Parexel announces new wearable, mobile tech for clinical trials

The biopharmaceutical serivce will launch a new service on Microsoft's Azure App Services that will be able to send care teams patient data alerting them of saftey issues.
By Laura Lovett
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Biopharmaceutical service Parexel International Corporation is turning its attention to mobile and wearable technology to aid drug development and clinical research. This morning the Boston-based company announced a slew of new products that will be built on its Perceptive Cloud platform. 

One of the new technologies uses Microsoft’s Azure App Services and will be able to send patient data to healthcare teams and firstline clinicians, alerting the them when there is a patient safety threat, according to the company.  

In addition to the new communication tool, the company has expanded some of its technology platforms. For example, its patient sensor is now able to connect with more medical devices including DataLabs, Parexel’s electronic data capture technology, and ClinPhone, according to a statement. The sensor will also be employing artificial intelligence to help transfer data and predict patients' adherence in the trials, according to the company. 

Why it matters

The new systems are designed with the intention of better facilitating communication during clinical trials. The platform that will use the Azure App was designed to specifically mitigate patient risks and decrease the chance of patient deaths, according to the company.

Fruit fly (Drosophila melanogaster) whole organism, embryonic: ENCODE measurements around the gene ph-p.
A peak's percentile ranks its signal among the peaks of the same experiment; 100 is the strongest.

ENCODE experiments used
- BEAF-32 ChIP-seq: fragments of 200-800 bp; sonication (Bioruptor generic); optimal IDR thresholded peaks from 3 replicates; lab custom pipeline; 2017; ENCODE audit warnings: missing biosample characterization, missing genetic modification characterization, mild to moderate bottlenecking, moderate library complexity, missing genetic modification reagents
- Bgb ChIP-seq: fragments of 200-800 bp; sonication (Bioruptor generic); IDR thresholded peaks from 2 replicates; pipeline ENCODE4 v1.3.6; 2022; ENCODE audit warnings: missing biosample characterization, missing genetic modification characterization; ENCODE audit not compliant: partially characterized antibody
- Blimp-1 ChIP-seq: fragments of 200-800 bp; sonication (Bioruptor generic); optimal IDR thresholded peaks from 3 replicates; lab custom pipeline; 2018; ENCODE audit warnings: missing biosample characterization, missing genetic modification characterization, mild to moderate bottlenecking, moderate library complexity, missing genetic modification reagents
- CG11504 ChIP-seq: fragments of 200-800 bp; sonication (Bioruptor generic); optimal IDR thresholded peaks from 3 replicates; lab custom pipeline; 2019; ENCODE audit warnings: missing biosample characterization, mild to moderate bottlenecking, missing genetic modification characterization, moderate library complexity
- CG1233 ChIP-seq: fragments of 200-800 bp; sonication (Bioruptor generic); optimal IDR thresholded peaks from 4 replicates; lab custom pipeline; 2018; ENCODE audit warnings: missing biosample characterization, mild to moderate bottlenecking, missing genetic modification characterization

As for the wearables and mobile technology, Parexel plans to use these to improve the speed and efficiency of clinical trials. 

What's the trend 

Digital technologies have been entering the life science space increasingly quickly. Earlier this month, Researchably, a young startup incubated at UC Berkeley, announced it will be conducting a pilot with Sanofi in China using artifical intelligence to go through thousands of research studies and find the most relevant ones to pharma stakeholders.

Last year Parexel teamed up with Sanofi to research the role of wearables in clinical trials. The team proposed to leverage their their respective clinical, regulatory, logistical and technical expertise to determine how wearables can use data collection and study performance. The end goal was to see if these wearables could result in faster drug development.

The topic has been front and center at BIO2018. During a panel at the conference, digital-focused VPs from life science and digital health discussed the importance of collaboration between the two areas. 

“Have machines do what they are really good at, and have humans do what they are really good at, and bring that clinical perspective to curating the datasets,” Marta Bralic, vice president of business development at Flatiron Health, said at the conference. “If you don’t do that, there is a bunch of missing-ness and a bunch of holes.”

On the record

“Technology has made it possible to access more meaningful data than ever before, while improving the patient experience.  The challenge is in collecting that data in a way that is efficient for the patient, site, and investigator,” Douglas Barta, CIO at Parexel, said in a statement.  “Parexel has always been committed to helping our clients solve their most difficult challenges and applying both our innovative technology development and strategic alliance capabilities to provide seamless, patient-centric solutions to benefit our customers and their patients.”